A Climate Expert On How The California Wildfires Got This Bad

mbg Sustainability Editor By Emma Loewe
mbg Sustainability Editor
Emma Loewe is the Sustainability Editor at mindbodygreen and the author of "The Spirit Almanac: A Modern Guide To Ancient Self Care."

Photo by @RCKeller / iStock

One of the worst wildfires in California's history hit wine country on Sunday night. Over the last five days, upward of 20,000 people have been ordered to evacuate their homes, and at least 23 have been killed. Though the original source of the fire is unknown, it has spread quickly and unpredictably, escaping the grasp of thousands of deployed firefighters to hit nearly 200,000 acres throughout the state.

"We have had big fires in the past. This is one of the biggest, most serious, and it's not over," California governor Jerry Brown said at a news conference Wednesday.

Early fall is typically peak wildfire season in California, due to the state's warm, dry conditions coming off summer. However, years of on-and-off drought have made the state's vegetation especially prone to fire, and extreme wind conditions are only making matters worse this time around.

Considering the barrage of extreme weather events that have made headlines lately—including Hurricane Harvey, Hurricane Irma, Hurricane Maria, and the Mexico City earthquake, which all hit within one month—it's hard to imagine that this fire is just a coincidence. While global warming certainly wasn't the sole cause of the storms, many experts are saying it could have played a role in making it worse. Patrick Brown, Ph.D., a climate scientist who specializes in modeling data on temperature patterns, says we can't jump to any conclusions just yet, but there are a few things we know without a doubt:

"It is beyond any reasonable doubt that human burning of fossil fuels, and the associated release of carbon dioxide, has increased the surface air temperature of the globe and the temperature of California in particular. This increase in air temperature causes increased evaporation from soil and thus has a drying influence," he tells mbg.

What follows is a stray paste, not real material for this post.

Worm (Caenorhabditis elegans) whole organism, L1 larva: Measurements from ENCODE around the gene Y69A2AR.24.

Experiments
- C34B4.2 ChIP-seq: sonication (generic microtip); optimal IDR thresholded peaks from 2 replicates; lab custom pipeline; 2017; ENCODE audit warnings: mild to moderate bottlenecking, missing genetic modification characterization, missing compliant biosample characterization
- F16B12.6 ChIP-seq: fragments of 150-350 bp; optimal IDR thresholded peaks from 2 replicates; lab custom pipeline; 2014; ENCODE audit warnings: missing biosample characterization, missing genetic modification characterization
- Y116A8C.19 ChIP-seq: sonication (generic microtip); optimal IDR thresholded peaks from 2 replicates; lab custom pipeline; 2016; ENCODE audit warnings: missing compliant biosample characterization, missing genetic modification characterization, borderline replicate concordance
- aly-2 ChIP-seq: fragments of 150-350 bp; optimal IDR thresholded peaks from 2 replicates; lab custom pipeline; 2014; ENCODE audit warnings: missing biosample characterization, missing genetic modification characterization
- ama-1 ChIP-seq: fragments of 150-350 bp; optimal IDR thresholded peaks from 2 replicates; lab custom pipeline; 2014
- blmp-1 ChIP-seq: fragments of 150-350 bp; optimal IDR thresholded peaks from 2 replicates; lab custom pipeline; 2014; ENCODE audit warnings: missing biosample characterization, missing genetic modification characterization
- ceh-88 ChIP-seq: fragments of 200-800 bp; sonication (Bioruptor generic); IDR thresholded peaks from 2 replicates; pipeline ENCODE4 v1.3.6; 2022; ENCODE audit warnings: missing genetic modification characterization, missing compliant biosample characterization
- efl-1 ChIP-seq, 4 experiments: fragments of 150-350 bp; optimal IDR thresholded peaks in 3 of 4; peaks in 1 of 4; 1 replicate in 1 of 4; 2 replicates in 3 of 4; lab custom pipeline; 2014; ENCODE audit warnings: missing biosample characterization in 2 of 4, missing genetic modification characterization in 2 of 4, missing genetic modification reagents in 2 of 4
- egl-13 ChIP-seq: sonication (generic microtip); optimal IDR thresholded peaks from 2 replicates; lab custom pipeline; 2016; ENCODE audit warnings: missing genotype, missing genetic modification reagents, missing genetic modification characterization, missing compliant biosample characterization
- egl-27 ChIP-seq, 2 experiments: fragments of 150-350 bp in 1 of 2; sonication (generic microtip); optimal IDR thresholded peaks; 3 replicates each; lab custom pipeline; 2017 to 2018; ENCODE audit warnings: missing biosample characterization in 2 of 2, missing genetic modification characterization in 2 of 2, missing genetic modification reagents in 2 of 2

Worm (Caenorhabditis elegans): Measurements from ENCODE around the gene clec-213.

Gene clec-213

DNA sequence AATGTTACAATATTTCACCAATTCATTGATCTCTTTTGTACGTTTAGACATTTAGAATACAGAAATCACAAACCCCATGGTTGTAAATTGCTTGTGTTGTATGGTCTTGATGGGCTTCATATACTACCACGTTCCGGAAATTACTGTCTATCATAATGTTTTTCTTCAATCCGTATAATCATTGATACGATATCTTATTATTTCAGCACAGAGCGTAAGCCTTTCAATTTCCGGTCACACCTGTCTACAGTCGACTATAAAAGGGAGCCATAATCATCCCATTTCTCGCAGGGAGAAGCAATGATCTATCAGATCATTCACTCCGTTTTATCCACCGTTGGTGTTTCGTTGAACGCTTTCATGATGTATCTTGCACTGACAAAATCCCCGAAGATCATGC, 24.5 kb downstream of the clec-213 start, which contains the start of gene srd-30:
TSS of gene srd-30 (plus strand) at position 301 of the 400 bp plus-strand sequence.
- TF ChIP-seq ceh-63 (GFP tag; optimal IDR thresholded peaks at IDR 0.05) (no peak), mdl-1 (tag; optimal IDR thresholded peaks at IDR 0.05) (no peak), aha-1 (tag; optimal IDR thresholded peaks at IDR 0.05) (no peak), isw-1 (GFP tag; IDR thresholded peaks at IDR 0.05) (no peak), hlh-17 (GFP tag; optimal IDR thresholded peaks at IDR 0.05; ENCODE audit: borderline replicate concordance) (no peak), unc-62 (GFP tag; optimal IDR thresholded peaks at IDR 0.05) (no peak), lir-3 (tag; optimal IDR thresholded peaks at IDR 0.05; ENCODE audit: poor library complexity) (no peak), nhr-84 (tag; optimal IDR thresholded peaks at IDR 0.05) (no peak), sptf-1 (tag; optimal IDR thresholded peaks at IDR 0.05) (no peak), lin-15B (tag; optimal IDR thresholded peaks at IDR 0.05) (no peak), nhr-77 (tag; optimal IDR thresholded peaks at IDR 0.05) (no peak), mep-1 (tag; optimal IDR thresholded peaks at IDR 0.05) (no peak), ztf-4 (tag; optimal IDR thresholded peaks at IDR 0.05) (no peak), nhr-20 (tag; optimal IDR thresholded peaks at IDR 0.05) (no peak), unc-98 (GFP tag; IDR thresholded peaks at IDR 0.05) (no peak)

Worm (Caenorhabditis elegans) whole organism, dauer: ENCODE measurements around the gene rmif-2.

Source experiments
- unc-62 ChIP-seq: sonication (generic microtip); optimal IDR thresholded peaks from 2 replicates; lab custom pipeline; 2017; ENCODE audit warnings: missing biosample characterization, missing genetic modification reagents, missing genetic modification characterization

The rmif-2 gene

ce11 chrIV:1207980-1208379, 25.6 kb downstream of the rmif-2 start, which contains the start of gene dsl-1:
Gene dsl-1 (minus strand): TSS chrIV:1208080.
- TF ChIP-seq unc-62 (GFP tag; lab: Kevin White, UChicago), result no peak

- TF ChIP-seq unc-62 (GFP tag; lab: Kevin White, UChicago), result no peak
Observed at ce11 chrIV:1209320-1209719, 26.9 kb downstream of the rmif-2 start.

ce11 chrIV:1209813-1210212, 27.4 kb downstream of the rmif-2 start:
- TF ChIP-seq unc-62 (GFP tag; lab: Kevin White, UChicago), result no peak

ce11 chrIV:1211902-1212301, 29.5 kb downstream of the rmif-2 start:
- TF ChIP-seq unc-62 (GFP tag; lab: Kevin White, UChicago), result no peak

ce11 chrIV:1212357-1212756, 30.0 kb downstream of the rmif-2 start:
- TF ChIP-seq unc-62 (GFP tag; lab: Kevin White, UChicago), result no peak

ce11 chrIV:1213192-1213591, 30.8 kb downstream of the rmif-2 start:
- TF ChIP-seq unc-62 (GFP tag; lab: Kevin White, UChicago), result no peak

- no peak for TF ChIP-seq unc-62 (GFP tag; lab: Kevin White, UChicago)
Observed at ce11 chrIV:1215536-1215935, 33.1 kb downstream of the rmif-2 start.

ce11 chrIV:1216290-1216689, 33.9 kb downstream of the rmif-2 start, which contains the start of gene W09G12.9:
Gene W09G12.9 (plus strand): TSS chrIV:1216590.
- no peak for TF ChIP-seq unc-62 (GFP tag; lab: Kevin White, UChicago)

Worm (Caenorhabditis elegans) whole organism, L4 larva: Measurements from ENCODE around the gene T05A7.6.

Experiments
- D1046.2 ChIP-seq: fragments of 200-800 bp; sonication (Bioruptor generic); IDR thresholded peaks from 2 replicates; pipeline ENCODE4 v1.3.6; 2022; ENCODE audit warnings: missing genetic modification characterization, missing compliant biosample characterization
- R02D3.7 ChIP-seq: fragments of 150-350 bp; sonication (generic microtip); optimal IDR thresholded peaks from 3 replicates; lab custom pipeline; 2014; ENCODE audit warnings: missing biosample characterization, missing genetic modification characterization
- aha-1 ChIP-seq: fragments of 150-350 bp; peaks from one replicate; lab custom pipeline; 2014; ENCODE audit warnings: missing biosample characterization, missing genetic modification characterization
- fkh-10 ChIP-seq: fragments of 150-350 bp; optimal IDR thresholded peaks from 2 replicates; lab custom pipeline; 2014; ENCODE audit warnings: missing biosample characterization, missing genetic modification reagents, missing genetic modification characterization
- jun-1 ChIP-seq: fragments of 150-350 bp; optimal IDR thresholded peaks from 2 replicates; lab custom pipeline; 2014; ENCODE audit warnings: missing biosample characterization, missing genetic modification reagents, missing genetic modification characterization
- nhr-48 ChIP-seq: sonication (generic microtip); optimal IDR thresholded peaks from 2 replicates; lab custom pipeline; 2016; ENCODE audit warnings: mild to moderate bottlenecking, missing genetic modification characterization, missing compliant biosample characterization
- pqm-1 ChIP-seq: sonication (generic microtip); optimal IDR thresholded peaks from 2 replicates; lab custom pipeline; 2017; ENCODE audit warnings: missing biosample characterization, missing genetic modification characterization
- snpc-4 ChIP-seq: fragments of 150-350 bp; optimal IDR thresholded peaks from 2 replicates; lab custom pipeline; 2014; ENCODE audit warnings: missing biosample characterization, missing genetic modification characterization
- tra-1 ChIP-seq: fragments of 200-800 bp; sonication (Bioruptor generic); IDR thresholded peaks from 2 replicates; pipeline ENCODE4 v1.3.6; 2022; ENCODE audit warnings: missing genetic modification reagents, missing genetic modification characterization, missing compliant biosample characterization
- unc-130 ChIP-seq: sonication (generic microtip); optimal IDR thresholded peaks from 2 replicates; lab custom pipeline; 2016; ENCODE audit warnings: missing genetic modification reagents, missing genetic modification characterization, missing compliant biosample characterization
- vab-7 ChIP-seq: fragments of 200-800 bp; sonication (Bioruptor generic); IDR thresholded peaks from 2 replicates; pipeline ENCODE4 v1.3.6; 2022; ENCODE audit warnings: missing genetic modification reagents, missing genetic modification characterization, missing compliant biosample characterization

Though these dry conditions don't account for the crazy winds the region is experiencing, they are enough to convince many scientists that human behavior is increasing the risk of wildfires in the American West and Alaska.

"There are detectable trends showing that fire incidence has increased significantly since the 1980s," Brown adds. "However, there is not a strong historical trend yet in the region where the current Northern California fires are located."

So while we can't say for certain that human activity played a role in this situation, it's certainly possible—if not probable. Let's all send our thoughts and best wishes to those in California this weekend and vow to use this (yet another) natural disaster as a reminder that if we expect the planet to take care of us, we need to take care of it, too.

To help victims of the California wildfires, you can donate to the American Red Cross, the Community Foundation of Sonoma County, or the Napa Valley Community Foundation. There is also GoFundMe page collecting donations to be distributed to local organizations and displaced families.

And are you ready to learn how to fight inflammation and address autoimmune disease through the power of food? Join our 5-Day Inflammation Video Summit with mindbodygreen’s top doctors.

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